Qualified moving expense reimbursement
Pursuant to the Tax Cuts and Jobs Act of 2017, this exclusion is suspended until 2026. However, when applicable, qualified moving expenses are employer-provided expenses that would be deductible by employees under § 217, if paid on their own behalf. § 217 allows individuals to deduct moving costs in connection with relocating to a new place of work.
Health benefits and sick leave
Amounts received by an employee through employer-provided accident or health insurance are included in employees’ gross income to the extent they are “attributable to contributions by the employer which were not includible in the gross income of the employee or, are paid by the employer.” However, such amounts are not included to the extent they are reimbursement for out-of-pocket expenses incurred for medical care. An example of a fully includable amount is disability pay while out of work due to injury, to the extent such pay is not considered reimbursement for expenses related to injury treatment. Generally, employer contributions to an insurance plan are not taxable to the employee except for amounts used for qualified long-term care services. Note that special rules and reporting requirements beyond the scope of this summary can apply to greater than 2% owner-employees of S corporations (and also to partners in a partnership).
Meals and lodging for the convenience of the employer
Meals or lodging that an employer provides to employees or their families, for the convenience of the employer, is excluded from an employee’s gross income only if the meals are furnished on business premises or the employee is required to accept lodging on the business premises as a condition of his employment. All meals furnished on businesses premises are treated as furnished for the employers’ convenience if more than half of the employees are provided such meals.
Cafeteria plans are plans where all participants are employees and the participants may choose between two or more benefits consisting of cash and other qualified benefits. Cafeteria plans are excluded from gross income of employees, with few exceptions. Highly compensated employees are excluded from tax-free treatment if the plan discriminates in favor of such employees in regard to eligibility for the plan or in regard to the amount of employer contributions to the plan in favor of such employees. In addition, cafeteria plans provided to key employees are only excludable up to 25% of the total benefits for all employees under the plan even if the plan does not discriminate in favor of such employees. Greater than 2% owner-employees of an S corporation, and partners in a partnership, cannot participate in a cafeteria plan, although they may be able to make a tax deduction outside of the cafeteria plan for medical expenses.
Employees can exclude up to $5,250 of employer-provided educational assistance. However, the education assistance provided must be related to the employee’s employment (i.e. education assistance for an engineer must be related to educational costs to advance the employee’s engineering knowledge) and it must not favor highly compensated individuals over other employees. Furthermore, only 5% of amounts can go toward key employees.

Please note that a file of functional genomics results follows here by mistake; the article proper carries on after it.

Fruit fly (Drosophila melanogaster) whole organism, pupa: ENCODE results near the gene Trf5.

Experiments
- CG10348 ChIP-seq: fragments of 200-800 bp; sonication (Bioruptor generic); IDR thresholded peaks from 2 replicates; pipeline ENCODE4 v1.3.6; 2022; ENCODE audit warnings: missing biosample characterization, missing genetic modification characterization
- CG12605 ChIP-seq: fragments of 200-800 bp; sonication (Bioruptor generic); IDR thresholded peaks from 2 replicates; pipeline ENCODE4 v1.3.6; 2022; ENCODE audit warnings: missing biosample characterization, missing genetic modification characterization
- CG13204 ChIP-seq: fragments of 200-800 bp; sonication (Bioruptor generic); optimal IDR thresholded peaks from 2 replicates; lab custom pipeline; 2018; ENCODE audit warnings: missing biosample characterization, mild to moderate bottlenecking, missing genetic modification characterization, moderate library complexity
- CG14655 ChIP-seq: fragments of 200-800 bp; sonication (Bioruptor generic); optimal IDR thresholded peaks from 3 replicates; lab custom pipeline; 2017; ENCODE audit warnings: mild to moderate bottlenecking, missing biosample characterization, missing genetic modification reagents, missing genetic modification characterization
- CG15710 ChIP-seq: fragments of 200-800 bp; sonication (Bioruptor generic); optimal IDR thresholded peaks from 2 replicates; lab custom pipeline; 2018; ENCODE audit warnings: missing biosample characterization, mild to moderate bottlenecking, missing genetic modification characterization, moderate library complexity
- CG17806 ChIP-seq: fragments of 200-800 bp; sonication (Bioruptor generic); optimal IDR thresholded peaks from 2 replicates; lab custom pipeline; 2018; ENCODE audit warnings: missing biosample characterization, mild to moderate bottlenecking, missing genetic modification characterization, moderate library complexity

Employees can also exclude up to $5,000 ($2,500, if married filing separately) of employer-provided childcare. If the employee or the employee’s spouse earns less than $5,000 (when considered independently), then the exclusion is limited to the lesser of the two earned incomes. Furthermore, employer-provided childcare must not discriminate in favor of highly compensated employees.
Qualified adoption expenses paid on behalf of an employee are not included in gross income, except to the extent it exceeds $10,000. This exclusion begins to phase out for taxpayers with adjusted gross income over $150,000 and the exclusion is expanded for adoption of children with special needs.
Employee business expense reimbursements – non-accountable vs. accountable plans
Another common employer practice – the reimbursement of employee business expenses – should be considered when discussing the exclusion from (or inclusion in) income of payments by an employer to an employee. These reimbursements can be anything from meals with clients, travel, gas mileage, professional dues, and much more. There are two types of plans for employee reimbursements, non-accountable and accountable.
Under a non-accountable plan, an employer typically gives the employee cash and the employee pays for a business expense with the cash and pockets any excess without tracking expenses. This reimbursement is fully taxable to the employee. Under the Tax Cuts and Jobs Act, the employee currently has no offsetting employee business expense deduction.
Under an accountable plan, employees track their expenses by keeping receipts, documenting the purpose of the expense, and submitting that documentation to employers for reimbursement. Under this plan, the reimbursement is generally excluded from the employee’s gross income. As with every expense, reimbursements are only deductible by the employer if related to legitimate business expenses.
In conclusion, it is complicated to determine what is excludable and includable at the employee level and the ultimate liability falls on the employer to correctly document these transactions. Therefore, it is important to seek professional help when questions arise regarding fringe benefits and how it affects your business or your personal tax situation. The repercussions of improper reporting and tracking can be significant. For additional discussion of employee fringe benefits, please see IRS Publication 15-B. Please contact your BMSS professional if you have any questions regarding how the benefits you provide to employees may be affecting your business.